Background: The progression of ductal carcinoma in situ (DCIS) into invasive ductal carcinoma (IDC) is prevented by normal breast myoepithelial cells. Studies have suggested that EMT-associated genes were enriched in IDC in contrast to DCIS. This paper explored the relationship and potential mechanism between myoepithelial cells and EMT-associated genes in facilitating the transformation from DCIS to breast cancer.
Methods: EMT markers and myoepithelial phenotypic markers in IDC, DCIS, and healthy breast tissue were characterized using immunohistochemical assay. Both in vivo and in vitro models were created to mimic the various cell-cell interactions in the development of invasive breast cancer.
Results: We found that EMT markers were more abundant in invasive carcinomas than DCIS and adjacent normal breast tissue. Meanwhile, TGF-β1 regulated the morphology of MCF-7 (epithelial cells substitute) migration and EMT markers during the transformation from DCIS to invasive breast cancer. Additionally, TGF-β1 also regulated invasion, migration and cytokines secretion of MDA-MB-231 (myoepithelial cells substitute) and epithelial cells when co-cultured with MCF-7 both in vitro and in vivo.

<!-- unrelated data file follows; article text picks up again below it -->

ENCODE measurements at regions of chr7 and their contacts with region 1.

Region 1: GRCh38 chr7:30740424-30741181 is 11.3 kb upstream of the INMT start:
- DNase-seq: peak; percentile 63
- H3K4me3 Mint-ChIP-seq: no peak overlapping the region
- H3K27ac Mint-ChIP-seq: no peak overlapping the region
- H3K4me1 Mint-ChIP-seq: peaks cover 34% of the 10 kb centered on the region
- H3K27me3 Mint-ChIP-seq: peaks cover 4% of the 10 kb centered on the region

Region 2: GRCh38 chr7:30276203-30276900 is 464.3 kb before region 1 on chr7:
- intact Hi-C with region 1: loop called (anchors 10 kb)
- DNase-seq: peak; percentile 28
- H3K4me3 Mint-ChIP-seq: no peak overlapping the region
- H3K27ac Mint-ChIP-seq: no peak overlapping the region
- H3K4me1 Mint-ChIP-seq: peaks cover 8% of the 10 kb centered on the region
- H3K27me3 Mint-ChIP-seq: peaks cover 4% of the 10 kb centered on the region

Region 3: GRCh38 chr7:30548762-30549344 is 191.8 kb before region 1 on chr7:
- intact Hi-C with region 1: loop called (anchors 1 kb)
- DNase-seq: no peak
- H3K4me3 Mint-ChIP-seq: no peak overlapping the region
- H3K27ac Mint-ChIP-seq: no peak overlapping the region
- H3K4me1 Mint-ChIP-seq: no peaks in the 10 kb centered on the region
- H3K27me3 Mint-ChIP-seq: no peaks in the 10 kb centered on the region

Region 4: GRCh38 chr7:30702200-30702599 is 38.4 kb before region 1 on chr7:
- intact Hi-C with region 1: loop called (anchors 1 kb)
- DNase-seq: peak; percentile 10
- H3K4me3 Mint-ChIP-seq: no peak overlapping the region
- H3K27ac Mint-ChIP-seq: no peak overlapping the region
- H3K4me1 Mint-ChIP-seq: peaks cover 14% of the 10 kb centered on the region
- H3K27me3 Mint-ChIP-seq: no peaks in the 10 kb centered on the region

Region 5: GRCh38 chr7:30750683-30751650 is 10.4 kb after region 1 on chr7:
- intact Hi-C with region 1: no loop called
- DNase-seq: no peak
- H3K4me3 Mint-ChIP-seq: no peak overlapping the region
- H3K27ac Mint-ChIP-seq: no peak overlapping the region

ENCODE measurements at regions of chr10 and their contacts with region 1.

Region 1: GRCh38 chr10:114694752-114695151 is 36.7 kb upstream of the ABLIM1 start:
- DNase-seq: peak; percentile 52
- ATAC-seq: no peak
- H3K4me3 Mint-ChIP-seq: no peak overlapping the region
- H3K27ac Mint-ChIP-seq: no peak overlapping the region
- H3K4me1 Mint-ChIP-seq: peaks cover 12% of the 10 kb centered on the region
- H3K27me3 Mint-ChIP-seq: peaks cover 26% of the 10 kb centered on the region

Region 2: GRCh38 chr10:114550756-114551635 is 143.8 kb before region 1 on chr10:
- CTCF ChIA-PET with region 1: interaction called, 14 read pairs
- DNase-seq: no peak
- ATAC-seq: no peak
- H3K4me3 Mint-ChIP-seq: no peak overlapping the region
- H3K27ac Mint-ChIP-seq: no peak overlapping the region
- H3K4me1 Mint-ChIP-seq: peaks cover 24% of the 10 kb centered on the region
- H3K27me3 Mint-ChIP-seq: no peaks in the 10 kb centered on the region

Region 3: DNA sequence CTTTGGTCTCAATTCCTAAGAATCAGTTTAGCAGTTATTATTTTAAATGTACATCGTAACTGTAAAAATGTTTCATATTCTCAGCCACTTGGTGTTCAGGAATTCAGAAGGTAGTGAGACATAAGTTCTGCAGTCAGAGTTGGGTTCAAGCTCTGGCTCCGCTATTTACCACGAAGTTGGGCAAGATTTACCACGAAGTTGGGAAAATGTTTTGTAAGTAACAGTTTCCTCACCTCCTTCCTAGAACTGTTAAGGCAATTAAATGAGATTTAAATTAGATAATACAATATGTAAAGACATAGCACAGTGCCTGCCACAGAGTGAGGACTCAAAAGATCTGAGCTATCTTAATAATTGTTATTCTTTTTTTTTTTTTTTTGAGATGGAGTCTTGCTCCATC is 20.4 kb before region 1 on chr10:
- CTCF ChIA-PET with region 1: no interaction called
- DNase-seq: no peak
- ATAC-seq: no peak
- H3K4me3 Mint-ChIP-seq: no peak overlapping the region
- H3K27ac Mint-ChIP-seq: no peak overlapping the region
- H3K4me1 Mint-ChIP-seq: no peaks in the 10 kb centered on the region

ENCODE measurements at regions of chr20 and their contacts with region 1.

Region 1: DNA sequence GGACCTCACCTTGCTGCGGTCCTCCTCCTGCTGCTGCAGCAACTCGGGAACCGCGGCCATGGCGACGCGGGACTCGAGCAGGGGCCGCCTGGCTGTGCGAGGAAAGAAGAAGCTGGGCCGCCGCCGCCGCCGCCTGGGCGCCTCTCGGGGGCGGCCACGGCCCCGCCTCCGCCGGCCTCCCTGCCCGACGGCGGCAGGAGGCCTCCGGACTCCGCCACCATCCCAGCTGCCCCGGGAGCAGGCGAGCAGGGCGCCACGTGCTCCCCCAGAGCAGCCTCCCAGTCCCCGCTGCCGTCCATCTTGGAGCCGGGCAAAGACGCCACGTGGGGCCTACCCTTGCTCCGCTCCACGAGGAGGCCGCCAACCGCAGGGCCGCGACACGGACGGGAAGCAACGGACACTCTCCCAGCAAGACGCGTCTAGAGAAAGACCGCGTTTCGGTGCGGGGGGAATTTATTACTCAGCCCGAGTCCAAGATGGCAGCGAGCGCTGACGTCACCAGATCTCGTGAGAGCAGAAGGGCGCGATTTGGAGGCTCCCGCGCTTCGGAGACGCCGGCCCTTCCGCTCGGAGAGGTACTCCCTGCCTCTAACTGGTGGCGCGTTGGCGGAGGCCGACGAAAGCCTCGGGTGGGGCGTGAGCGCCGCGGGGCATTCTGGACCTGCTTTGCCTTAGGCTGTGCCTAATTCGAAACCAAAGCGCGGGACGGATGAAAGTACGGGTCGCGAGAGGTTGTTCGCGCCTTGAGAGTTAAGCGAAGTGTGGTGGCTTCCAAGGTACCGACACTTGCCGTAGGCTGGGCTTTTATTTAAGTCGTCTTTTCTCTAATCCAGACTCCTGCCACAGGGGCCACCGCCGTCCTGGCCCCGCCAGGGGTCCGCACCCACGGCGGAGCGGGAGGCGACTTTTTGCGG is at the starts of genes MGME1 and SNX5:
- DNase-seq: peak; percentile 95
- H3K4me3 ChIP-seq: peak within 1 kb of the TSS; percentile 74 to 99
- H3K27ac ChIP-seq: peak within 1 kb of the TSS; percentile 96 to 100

Conclusions: In conclusion, these findings demonstrated that both EMT phenotypes and cancer-associated myoepithelial cells may have an impact on the development of invasive breast cancer.
Keywords: DCIS; Epithelial–mesenchymal transition; Myoepithelial cell; Progression; TGF-β1.
© The Author(s) 2019.